States a Key Player in Financial Aid Reform
States, which Education Secretary Arne Duncan says are a vital part to federal financial aid reform, are pushing ahead with their plans to make college affordable and accessible.
Even though Congress failed to pass a plan to keep the student loan interest rate at 3.4 percent Wednesday and the interest rate on subsidized Stafford loans may double, states plan to keep moving on their own to keep college affordable.
“We’re not waiting for Washington, D.C., policy to try and do things in the states,” said Teresa Lubber, Indiana's commissioner for higher education, at the annual meeting of the State Higher Education Executive Officers (SHEEO) Association in Washington, D.C, Wednesday. “We’re doing a lot based on trying to incentivize student success through distribution of financial aid.”
Indiana’s 21st Century program, for example, aims to help lower-income students afford a college education. Those who qualify are guaranteed up to four years of undergraduate tuition at any participating public college or university in the state. The four-year limit is supposed to encourage students to finish in a timely manner.
Such an approach to financial aid reform, however, has faced some skepticism.
Geoffrey Garin, president of Hart Research Associates, said that in his group’s survey of state legislators about post-secondary education challenges, most lawmakers liked the general idea of basing financial need on completion times, but the potential for penalizing some students who have extenuating circumstances that prevent them from graduating on-time didn’t sit well with them. The United States ranks 12th in the world in college completion.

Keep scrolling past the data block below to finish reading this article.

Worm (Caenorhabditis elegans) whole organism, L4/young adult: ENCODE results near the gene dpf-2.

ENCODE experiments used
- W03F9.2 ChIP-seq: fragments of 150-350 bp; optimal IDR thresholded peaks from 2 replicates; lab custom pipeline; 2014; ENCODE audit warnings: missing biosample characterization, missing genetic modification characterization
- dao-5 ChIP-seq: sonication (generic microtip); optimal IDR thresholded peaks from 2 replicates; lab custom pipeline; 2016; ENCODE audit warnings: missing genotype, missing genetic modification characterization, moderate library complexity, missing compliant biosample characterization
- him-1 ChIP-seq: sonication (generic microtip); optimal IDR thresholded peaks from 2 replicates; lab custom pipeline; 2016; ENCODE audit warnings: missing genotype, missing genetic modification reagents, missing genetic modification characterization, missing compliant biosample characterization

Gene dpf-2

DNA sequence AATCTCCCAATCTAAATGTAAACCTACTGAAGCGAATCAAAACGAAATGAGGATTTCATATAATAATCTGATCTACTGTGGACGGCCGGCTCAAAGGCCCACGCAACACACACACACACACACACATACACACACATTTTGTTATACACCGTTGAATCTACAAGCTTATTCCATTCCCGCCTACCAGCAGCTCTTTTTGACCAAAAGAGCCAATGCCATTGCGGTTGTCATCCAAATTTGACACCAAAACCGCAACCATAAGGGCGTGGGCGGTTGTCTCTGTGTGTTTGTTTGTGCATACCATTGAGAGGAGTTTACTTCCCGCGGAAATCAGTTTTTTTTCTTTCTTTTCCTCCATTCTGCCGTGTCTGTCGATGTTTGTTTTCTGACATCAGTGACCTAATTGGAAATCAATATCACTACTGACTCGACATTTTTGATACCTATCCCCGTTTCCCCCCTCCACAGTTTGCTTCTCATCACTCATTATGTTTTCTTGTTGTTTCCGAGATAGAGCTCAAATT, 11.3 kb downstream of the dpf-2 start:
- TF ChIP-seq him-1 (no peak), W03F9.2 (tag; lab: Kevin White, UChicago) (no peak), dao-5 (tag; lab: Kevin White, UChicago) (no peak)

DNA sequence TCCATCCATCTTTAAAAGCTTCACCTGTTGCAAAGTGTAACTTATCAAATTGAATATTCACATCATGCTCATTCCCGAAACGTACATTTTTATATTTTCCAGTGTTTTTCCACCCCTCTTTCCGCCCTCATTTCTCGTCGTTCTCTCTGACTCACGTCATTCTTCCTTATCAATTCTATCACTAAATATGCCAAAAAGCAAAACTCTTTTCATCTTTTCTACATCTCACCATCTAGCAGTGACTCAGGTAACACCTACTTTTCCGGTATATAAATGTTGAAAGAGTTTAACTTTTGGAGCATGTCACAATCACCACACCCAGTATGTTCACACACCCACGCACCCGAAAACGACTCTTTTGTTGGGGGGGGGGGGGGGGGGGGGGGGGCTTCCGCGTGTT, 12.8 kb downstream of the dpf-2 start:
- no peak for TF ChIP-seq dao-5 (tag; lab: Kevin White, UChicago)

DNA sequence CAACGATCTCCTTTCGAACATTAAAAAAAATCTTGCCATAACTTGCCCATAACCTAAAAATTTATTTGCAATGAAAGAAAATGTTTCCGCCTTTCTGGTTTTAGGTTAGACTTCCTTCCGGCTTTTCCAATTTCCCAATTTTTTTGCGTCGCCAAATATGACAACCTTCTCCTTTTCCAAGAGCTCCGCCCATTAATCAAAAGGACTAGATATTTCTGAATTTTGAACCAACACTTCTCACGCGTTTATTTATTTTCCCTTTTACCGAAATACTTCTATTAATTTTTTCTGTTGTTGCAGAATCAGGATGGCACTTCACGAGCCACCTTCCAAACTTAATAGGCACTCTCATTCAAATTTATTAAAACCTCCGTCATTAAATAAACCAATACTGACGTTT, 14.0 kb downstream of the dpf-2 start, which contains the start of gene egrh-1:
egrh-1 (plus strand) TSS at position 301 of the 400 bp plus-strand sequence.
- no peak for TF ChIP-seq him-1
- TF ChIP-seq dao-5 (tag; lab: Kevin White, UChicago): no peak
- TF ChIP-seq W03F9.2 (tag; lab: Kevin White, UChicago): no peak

At the SHEEO meeting, U.S. Education Secretary Arne Duncan said his department is focused on bringing the states in and letting them help decide which policies and reforms will work best to make college more affordable. He stressed the need for the federal government and states to work together to not only provide financial relief for students but also improve the quality of education and make it more accessible.
Duncan had also encouraged Congress approve the plan to leave interest rates at 3.4 percent, but they failed to do so. Unless Congress acts in the following weeks, the 6.8 percent interest rate means students will likely be paying approximately $2,600 more when they get to campus in the fall.
“We know how expensive college is today for so many young people,” Duncan said. "We need to start finding ways to reduce those costs. But to see costs actually double on interest rates, to me just makes no sense whatsoever.”